Championing geometric abstract styles, the movement grew with artists like Klee and Kandinsky teaching classes, with other artists focussing on typography, photography and sculpture.  

Iconic Bauhaus design features 

What is Bauhaus style, dining room with Bauhaus style wallpaper in jade and grey, black armchairs, black and blonde wood table, organic style vases

(Image credit: Arte International)

Strong shapes, linear shapes, and iconic motifs make Bauhaus style immediately recognizable. Philippe Desart, owner and managing director of Arte International explains how it translates today:

'Its iconic use of often abstract, geometric, and angular shapes translate well as wallcoverings, whether as a print or woven and textured interpretations, where these intriguing patterns deliver depth and dimension to a room. 

Equally, when presented in a room with less pattern and a limited color palette, the linear detailing of these motifs create a strong framework and focal point, bringing interest and drama and therefore are also a brilliant design choice for a minimalist interior.'

'To achieve this look in your own home, start by discarding anything non-essential to the space. Once you have a paired-down room, look to keep or add furniture pieces that align with the Bauhaus era like a Wassily or Barcelona-shaped chair. On a smaller scale, you can add Bauhaus art or a chess set as a nod to this unique style,' say Barrett Oswald and MaryBeth Long.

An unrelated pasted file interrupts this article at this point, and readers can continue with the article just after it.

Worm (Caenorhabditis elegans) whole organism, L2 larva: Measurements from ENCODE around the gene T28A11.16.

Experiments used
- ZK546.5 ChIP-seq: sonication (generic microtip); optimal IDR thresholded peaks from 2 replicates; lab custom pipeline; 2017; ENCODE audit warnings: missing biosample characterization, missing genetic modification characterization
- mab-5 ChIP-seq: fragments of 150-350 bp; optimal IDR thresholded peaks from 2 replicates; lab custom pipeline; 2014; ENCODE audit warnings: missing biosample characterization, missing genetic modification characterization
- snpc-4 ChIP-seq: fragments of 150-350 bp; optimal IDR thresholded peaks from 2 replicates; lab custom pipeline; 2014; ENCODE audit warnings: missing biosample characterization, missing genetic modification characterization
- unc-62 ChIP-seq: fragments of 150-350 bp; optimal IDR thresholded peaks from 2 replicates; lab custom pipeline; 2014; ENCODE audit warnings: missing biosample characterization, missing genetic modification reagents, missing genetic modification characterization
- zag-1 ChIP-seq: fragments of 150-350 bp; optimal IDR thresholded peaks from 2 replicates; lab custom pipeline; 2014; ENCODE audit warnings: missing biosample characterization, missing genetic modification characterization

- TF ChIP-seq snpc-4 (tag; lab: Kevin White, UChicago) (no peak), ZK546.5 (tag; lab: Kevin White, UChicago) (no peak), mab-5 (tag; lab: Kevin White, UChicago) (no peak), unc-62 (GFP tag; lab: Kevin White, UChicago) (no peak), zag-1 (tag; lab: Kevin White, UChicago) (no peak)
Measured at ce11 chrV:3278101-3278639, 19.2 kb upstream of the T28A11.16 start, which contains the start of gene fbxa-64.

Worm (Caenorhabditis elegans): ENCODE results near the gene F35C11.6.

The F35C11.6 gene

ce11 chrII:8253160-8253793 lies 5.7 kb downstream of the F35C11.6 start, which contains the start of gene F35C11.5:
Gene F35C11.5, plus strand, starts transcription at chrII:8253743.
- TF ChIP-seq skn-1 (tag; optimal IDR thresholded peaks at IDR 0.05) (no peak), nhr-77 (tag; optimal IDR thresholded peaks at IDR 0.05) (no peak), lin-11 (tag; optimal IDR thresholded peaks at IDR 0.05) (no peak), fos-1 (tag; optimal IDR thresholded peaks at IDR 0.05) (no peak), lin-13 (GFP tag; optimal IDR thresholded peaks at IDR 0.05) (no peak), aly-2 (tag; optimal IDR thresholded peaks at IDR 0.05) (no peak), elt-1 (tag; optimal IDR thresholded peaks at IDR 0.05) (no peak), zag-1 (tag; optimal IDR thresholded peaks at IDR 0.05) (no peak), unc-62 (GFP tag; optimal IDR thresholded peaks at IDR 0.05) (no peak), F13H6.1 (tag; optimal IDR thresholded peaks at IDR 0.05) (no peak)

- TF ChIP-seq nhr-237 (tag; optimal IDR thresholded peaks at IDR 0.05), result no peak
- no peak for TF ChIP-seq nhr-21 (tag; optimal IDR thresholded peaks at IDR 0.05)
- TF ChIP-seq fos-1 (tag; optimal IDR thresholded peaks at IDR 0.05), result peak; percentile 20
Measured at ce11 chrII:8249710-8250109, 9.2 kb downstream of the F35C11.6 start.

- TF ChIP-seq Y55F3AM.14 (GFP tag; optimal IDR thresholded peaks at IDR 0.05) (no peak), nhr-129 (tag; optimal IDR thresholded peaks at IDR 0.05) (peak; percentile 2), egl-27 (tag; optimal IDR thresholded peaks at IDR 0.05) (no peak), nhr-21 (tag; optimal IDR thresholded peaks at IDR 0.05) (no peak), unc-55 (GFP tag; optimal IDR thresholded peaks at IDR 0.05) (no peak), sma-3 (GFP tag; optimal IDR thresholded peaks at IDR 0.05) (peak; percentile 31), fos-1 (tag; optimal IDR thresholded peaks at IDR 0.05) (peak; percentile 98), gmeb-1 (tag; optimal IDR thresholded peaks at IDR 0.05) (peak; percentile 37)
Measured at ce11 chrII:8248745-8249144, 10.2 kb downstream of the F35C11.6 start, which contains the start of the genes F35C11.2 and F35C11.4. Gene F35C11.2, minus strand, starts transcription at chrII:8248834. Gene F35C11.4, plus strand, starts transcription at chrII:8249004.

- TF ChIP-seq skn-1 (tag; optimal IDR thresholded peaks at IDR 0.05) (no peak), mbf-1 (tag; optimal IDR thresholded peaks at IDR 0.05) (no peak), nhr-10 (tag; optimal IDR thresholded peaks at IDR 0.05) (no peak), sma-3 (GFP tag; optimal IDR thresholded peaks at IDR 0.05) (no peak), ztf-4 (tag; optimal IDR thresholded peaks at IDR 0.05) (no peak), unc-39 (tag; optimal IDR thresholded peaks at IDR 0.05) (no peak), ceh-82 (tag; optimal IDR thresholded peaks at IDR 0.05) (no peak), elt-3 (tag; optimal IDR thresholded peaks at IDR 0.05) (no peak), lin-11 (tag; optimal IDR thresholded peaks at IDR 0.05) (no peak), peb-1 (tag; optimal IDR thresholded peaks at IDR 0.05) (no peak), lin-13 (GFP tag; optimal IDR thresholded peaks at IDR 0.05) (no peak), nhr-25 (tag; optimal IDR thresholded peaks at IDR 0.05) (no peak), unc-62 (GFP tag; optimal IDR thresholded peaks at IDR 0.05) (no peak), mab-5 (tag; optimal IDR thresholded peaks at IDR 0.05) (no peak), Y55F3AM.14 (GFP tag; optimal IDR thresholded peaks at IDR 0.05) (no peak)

Philippe Desart
Philippe Desart

Company owner and managing director, Philippe Desart heads up Arte, a third-generation family business, rooted in creativity, craftsmanship, ingenuity and inventiveness, born out of a vision for beauty. Arte strives to create exquisite, innovative, and eclectic wallcoverings for sophisticated global interiors. Arte’s designs are more than wallpaper, they are exceptional, ground-breaking and truly original wall finishes.

Bauhaus style and color

What is bauhaus style, pink and orange living room with paint blocks over wall paneling, pink couch, pink floor, metal side table

(Image credit: Annie Sloan)

If you love color then the Bauhaus style is for you, bright primary shades are dominant but you can use secondary colors too.

'More than most design schools, Bauhaus is a philosophy; so as well as using notable design elements in your home – primary colors, threads of color leading from one room to another, rounded shapes – let the principles of Bauhaus guide your decisions,' advises paint and color expert, Annie Sloan, CBE. 

Use color blocks to create impact and use them around the house, linking rooms. 'A statement shade on walls painted with rounded shapes or curved lines which is repeated throughout an entire home is a key Bauhaus feature. They would have large blocks of color in one room, then repeat that on banisters on stairways leading to other rooms where that color might be used as an accent shade, or spilled all over the floor, or wink at you from a piece of furniture,' adds Annie.